Following the arc of the class, Allen Island provided the perfect landscape to think about how, as anthropologist Keith Basso’s explains, “when places are actively sensed, the physical landscape becomes wedded to the landscape of the mind” (Wisdom Sits in Places). As we contemplated the beautifully curated landscape of Allen Island, we thought about space and place together: what ideologies are represented in the buildings we see on the island? Where do we find Indigenous presence in it? How do the visible structures in the island reshape the narrative of that place?

Jake Ward opened the Sail Loft for us and we were able to see the birch bark canoe that Passamaquoddy crafter David Moses Bridges made in the early 2000s. Jake regaled us with tales of his experience as a participant in the project and all he learned about it—his personal experience touched the students deeply and they appreciated his bonhomie and the time he made for us and our thousand questions. He also showed us the cardboard boxes containing archeological findings that are waiting to be catalogued and moved to the museum’s collection of drawers.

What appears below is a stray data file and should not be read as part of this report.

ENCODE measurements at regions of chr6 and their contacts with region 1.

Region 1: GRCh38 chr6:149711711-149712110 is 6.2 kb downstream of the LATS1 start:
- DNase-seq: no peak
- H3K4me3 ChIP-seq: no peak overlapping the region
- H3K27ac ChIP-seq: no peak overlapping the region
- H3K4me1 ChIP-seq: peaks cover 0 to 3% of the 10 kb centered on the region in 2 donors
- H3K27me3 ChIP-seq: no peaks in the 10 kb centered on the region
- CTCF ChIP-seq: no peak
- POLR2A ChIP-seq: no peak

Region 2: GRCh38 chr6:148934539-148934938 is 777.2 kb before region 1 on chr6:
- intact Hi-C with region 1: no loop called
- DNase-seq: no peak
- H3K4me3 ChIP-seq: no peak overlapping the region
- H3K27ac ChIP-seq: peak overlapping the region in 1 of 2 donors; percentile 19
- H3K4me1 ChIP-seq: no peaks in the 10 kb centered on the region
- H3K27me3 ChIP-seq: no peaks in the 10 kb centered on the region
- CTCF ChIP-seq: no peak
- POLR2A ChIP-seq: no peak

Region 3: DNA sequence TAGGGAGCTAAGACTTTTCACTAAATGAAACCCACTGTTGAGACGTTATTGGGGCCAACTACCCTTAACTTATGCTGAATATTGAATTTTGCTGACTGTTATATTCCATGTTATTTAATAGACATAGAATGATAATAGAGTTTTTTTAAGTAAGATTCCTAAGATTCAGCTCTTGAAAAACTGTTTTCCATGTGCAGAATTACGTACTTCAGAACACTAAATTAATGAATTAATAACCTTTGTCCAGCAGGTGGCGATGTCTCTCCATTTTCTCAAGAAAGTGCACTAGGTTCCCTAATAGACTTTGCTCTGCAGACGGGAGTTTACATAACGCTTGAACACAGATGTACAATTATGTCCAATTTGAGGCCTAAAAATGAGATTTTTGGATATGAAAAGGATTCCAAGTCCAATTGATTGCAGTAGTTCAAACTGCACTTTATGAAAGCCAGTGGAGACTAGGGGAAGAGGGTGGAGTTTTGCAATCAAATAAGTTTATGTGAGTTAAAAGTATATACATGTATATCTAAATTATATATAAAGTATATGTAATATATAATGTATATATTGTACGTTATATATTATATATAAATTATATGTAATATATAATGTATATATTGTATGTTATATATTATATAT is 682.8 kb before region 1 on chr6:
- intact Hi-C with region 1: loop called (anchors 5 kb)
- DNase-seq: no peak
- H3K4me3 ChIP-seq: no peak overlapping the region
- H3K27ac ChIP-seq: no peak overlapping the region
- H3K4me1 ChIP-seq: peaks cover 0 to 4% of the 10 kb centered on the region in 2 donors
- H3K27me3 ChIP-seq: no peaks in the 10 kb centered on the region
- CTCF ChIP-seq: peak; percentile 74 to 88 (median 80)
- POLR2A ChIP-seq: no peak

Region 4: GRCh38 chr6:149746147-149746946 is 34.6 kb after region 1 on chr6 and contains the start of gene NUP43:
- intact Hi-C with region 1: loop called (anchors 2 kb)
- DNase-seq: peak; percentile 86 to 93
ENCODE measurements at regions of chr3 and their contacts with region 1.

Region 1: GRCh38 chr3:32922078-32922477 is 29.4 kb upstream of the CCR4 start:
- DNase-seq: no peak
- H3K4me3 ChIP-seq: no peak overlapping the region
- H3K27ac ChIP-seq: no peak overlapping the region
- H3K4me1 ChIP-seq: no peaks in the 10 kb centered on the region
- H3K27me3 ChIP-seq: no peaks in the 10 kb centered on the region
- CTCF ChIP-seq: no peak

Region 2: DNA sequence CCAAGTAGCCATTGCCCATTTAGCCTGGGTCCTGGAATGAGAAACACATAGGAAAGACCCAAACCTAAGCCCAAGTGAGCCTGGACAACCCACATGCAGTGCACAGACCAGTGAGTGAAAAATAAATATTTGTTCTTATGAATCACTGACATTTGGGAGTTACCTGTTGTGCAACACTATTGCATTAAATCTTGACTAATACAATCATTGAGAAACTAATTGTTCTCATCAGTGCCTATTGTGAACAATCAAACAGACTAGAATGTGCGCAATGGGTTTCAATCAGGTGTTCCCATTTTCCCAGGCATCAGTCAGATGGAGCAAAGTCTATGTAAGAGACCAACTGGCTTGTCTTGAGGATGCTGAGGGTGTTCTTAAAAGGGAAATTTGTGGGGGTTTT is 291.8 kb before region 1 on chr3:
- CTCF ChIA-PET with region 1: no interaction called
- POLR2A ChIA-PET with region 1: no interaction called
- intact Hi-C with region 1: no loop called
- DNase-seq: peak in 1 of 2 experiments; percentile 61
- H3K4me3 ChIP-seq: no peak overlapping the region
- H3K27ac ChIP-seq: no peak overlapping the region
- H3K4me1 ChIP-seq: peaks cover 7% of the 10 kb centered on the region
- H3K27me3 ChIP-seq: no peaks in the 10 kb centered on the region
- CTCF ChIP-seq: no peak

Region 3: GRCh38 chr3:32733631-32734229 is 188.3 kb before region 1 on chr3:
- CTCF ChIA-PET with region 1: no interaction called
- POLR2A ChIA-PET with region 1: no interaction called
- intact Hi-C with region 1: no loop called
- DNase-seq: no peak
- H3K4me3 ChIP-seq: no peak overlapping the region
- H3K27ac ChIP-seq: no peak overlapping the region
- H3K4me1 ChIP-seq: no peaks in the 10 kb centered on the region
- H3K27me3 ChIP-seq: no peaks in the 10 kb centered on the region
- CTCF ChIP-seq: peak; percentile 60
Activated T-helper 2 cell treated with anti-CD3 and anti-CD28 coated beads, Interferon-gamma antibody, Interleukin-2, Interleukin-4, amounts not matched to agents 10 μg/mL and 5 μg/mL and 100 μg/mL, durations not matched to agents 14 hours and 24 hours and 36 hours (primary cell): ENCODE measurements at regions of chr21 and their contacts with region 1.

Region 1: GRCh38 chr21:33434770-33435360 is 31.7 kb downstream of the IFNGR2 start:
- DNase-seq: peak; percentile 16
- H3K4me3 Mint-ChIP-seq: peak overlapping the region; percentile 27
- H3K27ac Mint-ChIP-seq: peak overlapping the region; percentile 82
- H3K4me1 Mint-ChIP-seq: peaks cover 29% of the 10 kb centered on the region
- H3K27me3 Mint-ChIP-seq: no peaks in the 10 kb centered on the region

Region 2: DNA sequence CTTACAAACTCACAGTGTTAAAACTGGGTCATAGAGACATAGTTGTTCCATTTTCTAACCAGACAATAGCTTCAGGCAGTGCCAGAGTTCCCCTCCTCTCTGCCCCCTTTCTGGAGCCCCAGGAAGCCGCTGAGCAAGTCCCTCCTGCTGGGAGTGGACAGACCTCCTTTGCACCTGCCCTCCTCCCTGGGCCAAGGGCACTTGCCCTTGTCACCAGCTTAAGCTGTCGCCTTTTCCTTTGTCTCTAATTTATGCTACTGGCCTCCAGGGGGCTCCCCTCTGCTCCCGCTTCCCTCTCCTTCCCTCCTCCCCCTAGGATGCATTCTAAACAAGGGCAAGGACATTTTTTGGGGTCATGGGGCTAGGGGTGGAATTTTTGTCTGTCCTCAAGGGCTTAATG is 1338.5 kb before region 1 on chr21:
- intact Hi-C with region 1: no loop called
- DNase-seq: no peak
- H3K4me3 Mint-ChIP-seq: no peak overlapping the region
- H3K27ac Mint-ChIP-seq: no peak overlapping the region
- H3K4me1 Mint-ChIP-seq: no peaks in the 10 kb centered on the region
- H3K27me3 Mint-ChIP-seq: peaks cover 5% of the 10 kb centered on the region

All in all, the trip was a wonderful experience for us, made all the more fantastic by the sunshine of Saturday morning—sunshine that brought hopes of spring to the chilled landscape of late-April St. George’s peninsula!

Here are some of the reflections of my students after the trip: